More data is needed to reach a definitive conclusion. But a knowledgeable source is brimming with optimism. “My sense of Spidey tingles at me and tells me this is going to be real,” exclaimed Ben Allanach, a professor of theoretical physics at the University of Cambridge who was not directly involved in the experiment. “I’ve searched all my career for forces and particles beyond what we already know, and that’s it. This is the moment I was waiting for and I’m not getting much sleep because I’m too excited.

It was only recently that CERN's Large Hadron Collider produced its own muon oscillation results, which were the same as those measured by Fermilab.  (CC BY 2.0)

It was only recently that CERN’s Large Hadron Collider produced its own muon oscillation results, which were the same as those measured by Fermilab. ( CC BY 2.0 )

CERN muon anomalies add fuel to the fire

Less than three weeks ago, physicists assigned to CERN’s Large Hadron Collider released their own announcement claiming the possible existence of a fifth subatomic force, which was also influenced by the results of an experiment involving muons .

In this case, it was inexplicable inconsistencies in quark decay rates that sparked enthusiasm. Quarks are the basic building blocks of particles such as protons and neutrons, and under certain circumstances they can decay into negatively charged leptons (electrons and muons).

In the Standard Model of quantum physics, all quarks that undergo this type of decay should produce an equal number of electrons and muons. But a new quark discovered by scientists at CERN in 2014, known as the beauty quark, appeared to produce fewer muons than expected when monitored.

In 2019, CERN scientists working at the Large Hadron Collider developed experimental protocols that could definitively prove whether this anomaly was real or not. After more than a year of looking at the results, the scientists finally presented their results to the public last month.

Confirming their initial finding, they found that beauty quarks in decay produced more electrons than muons at a rate of 100 to 85. This deviation from the Standard Model predictions cannot be explained by the known laws of la physics, which led CERN experts to conclude that another unknown force of nature was modifying the behavior of beauty quarks.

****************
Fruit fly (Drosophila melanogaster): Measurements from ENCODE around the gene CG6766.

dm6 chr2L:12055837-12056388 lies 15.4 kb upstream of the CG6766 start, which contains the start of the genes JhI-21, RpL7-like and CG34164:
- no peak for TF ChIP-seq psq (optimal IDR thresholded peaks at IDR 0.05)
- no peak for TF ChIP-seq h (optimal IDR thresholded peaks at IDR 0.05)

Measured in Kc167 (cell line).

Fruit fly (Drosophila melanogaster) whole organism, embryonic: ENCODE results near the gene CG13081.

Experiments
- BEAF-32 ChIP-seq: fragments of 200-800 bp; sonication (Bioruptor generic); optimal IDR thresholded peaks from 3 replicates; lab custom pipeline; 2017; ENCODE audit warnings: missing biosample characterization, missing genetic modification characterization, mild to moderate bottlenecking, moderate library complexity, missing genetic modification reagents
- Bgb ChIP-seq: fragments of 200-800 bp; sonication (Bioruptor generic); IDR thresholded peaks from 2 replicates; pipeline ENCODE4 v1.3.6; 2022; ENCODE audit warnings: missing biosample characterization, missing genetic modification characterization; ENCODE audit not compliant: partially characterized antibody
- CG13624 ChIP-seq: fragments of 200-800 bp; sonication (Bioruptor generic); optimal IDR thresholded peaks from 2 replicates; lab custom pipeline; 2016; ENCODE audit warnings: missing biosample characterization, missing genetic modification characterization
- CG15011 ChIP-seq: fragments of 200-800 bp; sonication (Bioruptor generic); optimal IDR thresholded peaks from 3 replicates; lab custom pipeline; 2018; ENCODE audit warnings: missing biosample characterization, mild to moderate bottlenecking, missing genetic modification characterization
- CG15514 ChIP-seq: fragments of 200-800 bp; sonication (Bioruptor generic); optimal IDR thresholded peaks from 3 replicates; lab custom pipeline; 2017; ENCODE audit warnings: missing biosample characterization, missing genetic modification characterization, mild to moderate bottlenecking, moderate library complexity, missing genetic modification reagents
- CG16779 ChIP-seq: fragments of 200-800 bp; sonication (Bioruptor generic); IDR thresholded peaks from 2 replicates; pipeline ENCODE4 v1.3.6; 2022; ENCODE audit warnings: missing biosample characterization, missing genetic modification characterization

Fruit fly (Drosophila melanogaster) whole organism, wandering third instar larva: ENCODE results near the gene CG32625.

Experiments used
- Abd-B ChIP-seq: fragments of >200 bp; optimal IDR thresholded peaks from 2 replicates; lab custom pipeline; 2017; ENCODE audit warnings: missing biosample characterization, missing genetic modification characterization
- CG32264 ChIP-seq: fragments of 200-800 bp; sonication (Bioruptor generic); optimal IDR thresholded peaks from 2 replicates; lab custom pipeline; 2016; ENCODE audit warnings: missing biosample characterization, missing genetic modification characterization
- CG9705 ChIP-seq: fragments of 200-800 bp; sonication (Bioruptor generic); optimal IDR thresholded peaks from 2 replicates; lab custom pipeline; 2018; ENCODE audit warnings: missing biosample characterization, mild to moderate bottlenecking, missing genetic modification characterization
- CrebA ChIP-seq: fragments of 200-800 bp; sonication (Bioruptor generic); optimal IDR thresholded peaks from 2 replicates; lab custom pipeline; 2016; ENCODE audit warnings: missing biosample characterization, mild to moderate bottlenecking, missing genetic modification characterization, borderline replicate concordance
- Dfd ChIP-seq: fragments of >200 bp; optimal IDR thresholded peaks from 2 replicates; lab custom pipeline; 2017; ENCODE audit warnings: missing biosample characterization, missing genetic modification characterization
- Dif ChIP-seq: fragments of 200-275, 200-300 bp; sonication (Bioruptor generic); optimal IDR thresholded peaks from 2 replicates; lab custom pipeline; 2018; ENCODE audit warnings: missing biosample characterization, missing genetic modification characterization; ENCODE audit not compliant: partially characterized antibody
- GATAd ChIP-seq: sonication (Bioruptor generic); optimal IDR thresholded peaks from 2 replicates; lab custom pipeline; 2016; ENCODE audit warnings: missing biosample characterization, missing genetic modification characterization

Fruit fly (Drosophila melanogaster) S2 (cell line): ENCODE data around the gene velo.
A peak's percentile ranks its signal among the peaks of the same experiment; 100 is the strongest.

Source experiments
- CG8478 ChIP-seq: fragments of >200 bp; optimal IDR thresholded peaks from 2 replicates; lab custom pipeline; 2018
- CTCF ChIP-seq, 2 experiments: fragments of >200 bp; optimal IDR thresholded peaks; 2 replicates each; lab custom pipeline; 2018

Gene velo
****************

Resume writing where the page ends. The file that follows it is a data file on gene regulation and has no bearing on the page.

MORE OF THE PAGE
“This force is said to be extremely weak, which is why we have seen no signs of it so far, and interacts differently with electrons and muons,” scientists involved in the experiment told interviewers on The Conversation podcast. Weekly.

CERN researchers believe that a theoretical fundamental particle called “Z prime” could be responsible for the results they measured. This ghostly entity is believed to be responsible for transmitting the new force between more conventional particles of matter in previously undetected and unexpected ways.

High energy colliding particles.  (GiroScience / Adobe Stock)

High energy colliding particles. ( GiroScience / Adobe Stock)

The race is on and science may never be the same

With revolutionary changes in our understanding of physics on the horizon, experimenters in high-energy labs around the world will be looking to join in on the action.

“The race is really on to try to get one of these experiments to really get the proof that this is really something new,” said Dr Mitesh Patel, an Imperial College physicist. from London who participated in the Large Hadron Collider experiment. “It will take more data and more measurements, and hopefully show evidence that these effects are real.”

While important work remains to be done, it probably won’t take long for relevant research to begin, in several places. If indeed the laws of physics are about to change, this change may occur in the very near future.

Top Image: The force of nature can be brilliant because it is here when high energy collisions between atomic and subatomic particles produce light and energy. Source: Pierre Jurik / Adobe Stock

By Nathan Falde